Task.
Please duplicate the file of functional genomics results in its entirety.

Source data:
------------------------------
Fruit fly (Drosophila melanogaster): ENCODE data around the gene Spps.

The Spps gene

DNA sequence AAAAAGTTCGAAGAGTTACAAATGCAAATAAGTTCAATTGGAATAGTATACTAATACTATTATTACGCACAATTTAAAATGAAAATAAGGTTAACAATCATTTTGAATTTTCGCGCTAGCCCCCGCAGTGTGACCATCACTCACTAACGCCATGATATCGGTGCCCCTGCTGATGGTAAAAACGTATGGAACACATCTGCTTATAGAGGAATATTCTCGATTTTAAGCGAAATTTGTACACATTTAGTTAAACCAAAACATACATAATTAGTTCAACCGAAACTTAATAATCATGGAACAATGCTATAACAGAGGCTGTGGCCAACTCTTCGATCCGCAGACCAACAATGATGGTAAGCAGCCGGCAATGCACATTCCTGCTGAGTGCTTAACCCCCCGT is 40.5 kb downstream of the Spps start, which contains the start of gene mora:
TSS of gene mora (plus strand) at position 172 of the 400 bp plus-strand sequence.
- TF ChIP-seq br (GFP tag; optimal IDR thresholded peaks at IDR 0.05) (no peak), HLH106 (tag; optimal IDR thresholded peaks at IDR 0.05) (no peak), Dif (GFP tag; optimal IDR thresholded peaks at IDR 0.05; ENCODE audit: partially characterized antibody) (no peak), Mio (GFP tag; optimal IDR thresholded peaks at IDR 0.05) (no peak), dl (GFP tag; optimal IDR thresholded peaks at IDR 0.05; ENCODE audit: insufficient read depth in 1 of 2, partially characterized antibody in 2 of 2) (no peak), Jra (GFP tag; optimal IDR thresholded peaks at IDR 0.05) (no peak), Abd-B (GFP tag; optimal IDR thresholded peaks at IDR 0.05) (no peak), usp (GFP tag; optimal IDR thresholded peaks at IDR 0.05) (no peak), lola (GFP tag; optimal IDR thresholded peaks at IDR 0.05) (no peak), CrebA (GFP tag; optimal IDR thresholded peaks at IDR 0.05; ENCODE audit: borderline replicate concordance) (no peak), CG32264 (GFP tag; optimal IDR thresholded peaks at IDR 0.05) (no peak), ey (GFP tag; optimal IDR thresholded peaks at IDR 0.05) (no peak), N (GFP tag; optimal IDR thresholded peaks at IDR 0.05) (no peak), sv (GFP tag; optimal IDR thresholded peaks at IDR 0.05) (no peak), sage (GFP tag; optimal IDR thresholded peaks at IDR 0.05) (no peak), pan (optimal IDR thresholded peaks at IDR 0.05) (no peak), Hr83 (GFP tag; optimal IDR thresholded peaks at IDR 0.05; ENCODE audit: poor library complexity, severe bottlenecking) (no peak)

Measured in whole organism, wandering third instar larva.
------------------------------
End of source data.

Fruit fly (Drosophila melanogaster): ENCODE data around the gene Spps.

The Spps gene

DNA sequence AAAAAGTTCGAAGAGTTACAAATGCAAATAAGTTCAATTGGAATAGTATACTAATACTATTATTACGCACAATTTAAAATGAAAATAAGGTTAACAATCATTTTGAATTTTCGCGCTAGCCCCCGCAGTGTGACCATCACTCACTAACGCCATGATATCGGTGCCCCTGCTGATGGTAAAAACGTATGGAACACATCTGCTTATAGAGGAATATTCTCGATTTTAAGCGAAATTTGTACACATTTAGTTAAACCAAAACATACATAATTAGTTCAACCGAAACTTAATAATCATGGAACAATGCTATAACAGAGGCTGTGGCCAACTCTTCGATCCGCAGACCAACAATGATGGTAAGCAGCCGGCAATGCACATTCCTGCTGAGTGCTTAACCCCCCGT is 40.5 kb downstream of the Spps start, which contains the start of gene mora:
TSS of gene mora (plus strand) at position 172 of the 400 bp plus-strand sequence.
- TF ChIP-seq br (GFP tag; optimal IDR thresholded peaks at IDR 0.05) (no peak), HLH106 (tag; optimal IDR thresholded peaks at IDR 0.05) (no peak), Dif (GFP tag; optimal IDR thresholded peaks at IDR 0.05; ENCODE audit: partially characterized antibody) (no peak), Mio (GFP tag; optimal IDR thresholded peaks at IDR 0.05) (no peak), dl (GFP tag; optimal IDR thresholded peaks at IDR 0.05; ENCODE audit: insufficient read depth in 1 of 2, partially characterized antibody in 2 of 2) (no peak), Jra (GFP tag; optimal IDR thresholded peaks at IDR 0.05) (no peak), Abd-B (GFP tag; optimal IDR thresholded peaks at IDR 0.05) (no peak), usp (GFP tag; optimal IDR thresholded peaks at IDR 0.05) (no peak), lola (GFP tag; optimal IDR thresholded peaks at IDR 0.05) (no peak), CrebA (GFP tag; optimal IDR thresholded peaks at IDR 0.05; ENCODE audit: borderline replicate concordance) (no peak), CG32264 (GFP tag; optimal IDR thresholded peaks at IDR 0.05) (no peak), ey (GFP tag; optimal IDR thresholded peaks at IDR 0.05) (no peak), N (GFP tag; optimal IDR thresholded peaks at IDR 0.05) (no peak), sv (GFP tag; optimal IDR thresholded peaks at IDR 0.05) (no peak), sage (GFP tag; optimal IDR thresholded peaks at IDR 0.05) (no peak), pan (optimal IDR thresholded peaks at IDR 0.05) (no peak), Hr83 (GFP tag; optimal IDR thresholded peaks at IDR 0.05; ENCODE audit: poor library complexity, severe bottlenecking) (no peak)

Measured in whole organism, wandering third instar larva.